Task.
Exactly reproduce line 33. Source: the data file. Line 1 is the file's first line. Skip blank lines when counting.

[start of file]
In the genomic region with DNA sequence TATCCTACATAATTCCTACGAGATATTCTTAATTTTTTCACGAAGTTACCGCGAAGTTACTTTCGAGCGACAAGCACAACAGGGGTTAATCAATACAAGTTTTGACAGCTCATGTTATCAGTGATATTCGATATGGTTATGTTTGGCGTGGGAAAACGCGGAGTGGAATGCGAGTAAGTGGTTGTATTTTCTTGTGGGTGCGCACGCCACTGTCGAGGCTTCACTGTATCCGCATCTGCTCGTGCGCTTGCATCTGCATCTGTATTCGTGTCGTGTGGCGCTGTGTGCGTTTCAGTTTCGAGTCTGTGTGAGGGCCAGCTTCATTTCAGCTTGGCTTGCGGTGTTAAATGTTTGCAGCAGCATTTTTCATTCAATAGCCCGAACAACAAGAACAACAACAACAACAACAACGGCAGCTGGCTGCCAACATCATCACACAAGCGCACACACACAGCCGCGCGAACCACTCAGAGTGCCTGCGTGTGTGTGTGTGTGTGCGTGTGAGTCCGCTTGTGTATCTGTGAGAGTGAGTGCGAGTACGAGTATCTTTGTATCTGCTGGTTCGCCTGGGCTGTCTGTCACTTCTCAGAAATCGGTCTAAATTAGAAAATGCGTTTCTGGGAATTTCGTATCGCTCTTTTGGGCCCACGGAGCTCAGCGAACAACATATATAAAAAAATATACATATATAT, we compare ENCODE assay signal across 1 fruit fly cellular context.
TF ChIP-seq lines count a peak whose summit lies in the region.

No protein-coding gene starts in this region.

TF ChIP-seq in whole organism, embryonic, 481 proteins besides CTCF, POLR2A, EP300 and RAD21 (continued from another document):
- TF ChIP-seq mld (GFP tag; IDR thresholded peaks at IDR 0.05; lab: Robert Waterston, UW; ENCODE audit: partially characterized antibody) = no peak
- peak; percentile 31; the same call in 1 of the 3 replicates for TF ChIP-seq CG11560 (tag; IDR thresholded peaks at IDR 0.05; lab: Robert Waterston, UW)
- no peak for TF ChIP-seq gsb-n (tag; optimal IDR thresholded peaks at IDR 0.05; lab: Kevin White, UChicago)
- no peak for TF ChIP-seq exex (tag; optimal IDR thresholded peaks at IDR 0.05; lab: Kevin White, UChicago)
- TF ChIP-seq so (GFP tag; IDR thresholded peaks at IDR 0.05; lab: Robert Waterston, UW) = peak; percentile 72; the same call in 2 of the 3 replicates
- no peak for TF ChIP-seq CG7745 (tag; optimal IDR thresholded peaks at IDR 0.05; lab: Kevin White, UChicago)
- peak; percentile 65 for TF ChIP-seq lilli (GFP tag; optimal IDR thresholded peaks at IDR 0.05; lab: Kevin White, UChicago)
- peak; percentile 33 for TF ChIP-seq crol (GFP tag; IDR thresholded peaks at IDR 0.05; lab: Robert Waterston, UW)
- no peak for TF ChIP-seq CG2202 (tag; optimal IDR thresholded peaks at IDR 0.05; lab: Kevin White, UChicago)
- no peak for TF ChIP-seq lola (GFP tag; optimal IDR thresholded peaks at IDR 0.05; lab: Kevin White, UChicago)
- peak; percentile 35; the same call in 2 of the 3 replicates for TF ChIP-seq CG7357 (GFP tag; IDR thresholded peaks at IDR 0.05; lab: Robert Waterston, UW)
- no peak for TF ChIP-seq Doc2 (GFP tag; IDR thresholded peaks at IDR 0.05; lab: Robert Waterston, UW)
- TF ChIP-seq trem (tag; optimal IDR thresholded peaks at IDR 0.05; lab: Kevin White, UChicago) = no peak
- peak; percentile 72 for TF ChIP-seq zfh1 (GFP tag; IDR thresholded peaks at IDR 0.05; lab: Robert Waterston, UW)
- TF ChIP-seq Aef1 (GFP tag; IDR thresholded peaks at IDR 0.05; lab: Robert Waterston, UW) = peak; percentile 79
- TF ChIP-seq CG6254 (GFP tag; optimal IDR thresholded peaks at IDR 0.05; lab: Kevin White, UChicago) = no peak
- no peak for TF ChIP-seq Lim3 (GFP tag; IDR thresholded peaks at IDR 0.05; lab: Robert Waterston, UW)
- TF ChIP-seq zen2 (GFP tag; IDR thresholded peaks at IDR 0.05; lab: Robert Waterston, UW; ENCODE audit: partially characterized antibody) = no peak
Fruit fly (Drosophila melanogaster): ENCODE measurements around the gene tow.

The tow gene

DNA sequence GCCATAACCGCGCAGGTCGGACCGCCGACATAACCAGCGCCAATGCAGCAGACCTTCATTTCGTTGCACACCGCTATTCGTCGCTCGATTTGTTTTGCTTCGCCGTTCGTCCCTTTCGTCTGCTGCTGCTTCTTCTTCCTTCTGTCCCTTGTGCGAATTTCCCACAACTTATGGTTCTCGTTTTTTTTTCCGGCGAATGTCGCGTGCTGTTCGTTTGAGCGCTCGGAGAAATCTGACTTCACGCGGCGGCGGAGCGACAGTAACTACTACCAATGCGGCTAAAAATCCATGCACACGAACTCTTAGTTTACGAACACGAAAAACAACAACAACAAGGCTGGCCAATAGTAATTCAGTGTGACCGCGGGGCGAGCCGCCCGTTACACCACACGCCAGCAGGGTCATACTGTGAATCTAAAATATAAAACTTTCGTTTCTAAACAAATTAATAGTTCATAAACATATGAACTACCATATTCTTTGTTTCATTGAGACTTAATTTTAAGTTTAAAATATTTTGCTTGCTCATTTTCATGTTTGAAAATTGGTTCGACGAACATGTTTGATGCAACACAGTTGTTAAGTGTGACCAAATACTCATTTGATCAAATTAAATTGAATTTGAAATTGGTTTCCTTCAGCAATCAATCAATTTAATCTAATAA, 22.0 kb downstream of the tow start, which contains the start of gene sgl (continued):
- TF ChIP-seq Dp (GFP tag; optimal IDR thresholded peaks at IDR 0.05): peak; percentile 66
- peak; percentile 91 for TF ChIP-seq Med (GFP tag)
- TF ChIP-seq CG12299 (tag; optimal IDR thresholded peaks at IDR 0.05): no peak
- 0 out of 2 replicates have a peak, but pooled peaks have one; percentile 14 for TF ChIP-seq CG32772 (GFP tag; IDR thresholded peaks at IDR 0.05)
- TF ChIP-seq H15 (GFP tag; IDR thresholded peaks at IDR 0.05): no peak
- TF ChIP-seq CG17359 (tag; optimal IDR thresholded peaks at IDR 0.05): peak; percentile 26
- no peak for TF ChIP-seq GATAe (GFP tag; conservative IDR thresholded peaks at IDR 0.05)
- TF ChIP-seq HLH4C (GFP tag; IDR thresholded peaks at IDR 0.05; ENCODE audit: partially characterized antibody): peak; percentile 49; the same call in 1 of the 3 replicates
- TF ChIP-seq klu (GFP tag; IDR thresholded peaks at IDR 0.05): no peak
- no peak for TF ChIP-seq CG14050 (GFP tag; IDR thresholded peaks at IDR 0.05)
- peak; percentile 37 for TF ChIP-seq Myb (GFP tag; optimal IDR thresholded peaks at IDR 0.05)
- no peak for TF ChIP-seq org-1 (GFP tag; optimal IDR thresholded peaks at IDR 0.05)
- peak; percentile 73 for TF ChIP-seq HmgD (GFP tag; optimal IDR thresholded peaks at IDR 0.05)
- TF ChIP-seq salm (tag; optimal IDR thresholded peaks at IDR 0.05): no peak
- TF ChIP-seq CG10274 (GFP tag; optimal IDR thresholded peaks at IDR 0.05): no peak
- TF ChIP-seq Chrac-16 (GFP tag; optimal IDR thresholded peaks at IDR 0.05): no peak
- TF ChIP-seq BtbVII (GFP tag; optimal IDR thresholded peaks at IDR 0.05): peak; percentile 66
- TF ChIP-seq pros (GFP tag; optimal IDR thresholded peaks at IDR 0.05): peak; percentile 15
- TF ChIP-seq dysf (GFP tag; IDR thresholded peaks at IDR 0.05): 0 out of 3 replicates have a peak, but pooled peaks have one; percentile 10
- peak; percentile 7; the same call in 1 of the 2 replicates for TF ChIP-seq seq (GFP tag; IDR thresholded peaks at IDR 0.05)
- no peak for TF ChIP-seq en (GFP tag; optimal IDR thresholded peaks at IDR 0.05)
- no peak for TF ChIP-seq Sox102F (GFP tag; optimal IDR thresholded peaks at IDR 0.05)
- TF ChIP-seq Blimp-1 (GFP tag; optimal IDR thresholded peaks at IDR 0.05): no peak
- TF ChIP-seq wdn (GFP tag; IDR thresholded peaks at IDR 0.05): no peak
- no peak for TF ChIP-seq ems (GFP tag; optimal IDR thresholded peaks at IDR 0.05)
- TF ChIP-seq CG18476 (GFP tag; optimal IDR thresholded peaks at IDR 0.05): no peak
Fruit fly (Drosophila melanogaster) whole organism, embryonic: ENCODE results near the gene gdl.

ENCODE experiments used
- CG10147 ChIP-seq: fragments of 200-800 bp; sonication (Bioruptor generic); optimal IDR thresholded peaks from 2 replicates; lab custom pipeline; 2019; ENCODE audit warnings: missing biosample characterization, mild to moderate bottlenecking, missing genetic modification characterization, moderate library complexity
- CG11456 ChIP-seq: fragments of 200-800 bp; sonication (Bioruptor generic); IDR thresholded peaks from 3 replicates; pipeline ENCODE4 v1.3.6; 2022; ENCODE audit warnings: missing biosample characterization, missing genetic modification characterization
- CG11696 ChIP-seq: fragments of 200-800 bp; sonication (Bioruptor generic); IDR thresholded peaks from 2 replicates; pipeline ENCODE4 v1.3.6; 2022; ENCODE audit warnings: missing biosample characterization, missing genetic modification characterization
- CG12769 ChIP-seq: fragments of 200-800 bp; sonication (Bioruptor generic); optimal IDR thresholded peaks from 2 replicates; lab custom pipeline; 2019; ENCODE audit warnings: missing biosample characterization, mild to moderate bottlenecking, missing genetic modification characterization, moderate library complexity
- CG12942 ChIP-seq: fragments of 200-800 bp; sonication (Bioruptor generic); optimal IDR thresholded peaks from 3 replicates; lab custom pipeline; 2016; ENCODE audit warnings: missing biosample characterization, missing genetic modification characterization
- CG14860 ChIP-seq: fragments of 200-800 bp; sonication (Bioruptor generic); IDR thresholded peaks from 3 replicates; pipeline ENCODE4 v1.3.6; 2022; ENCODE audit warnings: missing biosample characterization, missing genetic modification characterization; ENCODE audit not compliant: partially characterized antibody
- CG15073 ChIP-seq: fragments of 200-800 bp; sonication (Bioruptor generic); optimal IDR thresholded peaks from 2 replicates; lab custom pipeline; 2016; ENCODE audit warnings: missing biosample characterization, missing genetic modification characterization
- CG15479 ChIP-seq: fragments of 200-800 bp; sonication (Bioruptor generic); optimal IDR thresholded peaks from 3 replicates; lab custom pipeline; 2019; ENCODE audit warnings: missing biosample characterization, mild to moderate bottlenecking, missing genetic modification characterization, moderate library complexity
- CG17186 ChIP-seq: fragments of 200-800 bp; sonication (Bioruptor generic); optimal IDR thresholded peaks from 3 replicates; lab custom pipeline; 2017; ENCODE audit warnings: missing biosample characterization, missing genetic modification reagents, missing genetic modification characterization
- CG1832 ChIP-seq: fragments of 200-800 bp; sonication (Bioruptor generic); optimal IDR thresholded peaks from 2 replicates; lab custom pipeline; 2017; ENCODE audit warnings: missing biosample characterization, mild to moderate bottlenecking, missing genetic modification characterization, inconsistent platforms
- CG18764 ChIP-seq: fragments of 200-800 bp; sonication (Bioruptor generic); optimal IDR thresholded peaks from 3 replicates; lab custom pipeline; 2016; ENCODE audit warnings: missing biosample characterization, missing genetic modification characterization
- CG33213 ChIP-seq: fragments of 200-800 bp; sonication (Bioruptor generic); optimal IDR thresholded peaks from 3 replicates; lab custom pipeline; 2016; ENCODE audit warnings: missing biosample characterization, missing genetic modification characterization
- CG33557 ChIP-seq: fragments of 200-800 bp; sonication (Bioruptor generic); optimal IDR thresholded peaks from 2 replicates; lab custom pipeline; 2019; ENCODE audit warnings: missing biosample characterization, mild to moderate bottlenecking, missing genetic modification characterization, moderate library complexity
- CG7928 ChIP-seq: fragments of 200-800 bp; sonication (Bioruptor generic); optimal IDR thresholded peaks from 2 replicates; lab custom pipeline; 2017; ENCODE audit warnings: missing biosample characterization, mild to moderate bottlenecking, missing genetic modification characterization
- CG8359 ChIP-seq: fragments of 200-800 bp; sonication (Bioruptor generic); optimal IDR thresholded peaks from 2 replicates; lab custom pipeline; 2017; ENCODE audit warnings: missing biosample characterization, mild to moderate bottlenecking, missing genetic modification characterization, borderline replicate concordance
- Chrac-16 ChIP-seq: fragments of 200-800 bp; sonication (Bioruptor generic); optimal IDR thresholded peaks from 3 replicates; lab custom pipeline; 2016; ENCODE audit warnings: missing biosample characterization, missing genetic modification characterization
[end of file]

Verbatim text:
- TF ChIP-seq HLH4C (GFP tag; IDR thresholded peaks at IDR 0.05; ENCODE audit: partially characterized antibody): peak; percentile 49; the same call in 1 of the 3 replicates